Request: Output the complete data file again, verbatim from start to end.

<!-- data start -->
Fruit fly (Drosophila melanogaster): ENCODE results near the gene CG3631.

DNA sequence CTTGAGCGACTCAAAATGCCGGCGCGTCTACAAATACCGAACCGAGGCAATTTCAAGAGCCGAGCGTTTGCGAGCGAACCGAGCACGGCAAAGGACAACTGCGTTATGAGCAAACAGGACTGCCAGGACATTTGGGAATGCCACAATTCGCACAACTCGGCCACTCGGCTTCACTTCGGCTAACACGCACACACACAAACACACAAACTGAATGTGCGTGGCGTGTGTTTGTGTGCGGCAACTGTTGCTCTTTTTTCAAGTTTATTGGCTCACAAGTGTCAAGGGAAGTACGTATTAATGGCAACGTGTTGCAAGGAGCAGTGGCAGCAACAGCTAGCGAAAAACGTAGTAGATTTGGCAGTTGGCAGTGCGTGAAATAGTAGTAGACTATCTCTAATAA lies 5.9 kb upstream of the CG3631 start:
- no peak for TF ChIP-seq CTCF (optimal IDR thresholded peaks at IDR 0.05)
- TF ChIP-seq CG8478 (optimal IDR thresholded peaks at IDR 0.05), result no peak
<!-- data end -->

Fruit fly (Drosophila melanogaster): ENCODE results near the gene CG3631.

DNA sequence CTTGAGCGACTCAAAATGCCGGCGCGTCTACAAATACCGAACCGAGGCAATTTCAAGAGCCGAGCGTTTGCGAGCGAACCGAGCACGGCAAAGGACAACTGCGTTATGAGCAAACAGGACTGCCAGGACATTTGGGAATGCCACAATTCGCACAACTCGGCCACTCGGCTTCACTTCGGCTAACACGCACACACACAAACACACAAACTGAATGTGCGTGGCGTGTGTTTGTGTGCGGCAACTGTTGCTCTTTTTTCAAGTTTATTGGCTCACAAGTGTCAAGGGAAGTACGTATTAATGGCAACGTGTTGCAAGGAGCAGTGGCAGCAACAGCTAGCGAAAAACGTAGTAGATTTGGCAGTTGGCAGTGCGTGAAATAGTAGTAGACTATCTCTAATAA lies 5.9 kb upstream of the CG3631 start:
- no peak for TF ChIP-seq CTCF (optimal IDR thresholded peaks at IDR 0.05)
- TF ChIP-seq CG8478 (optimal IDR thresholded peaks at IDR 0.05), result no peak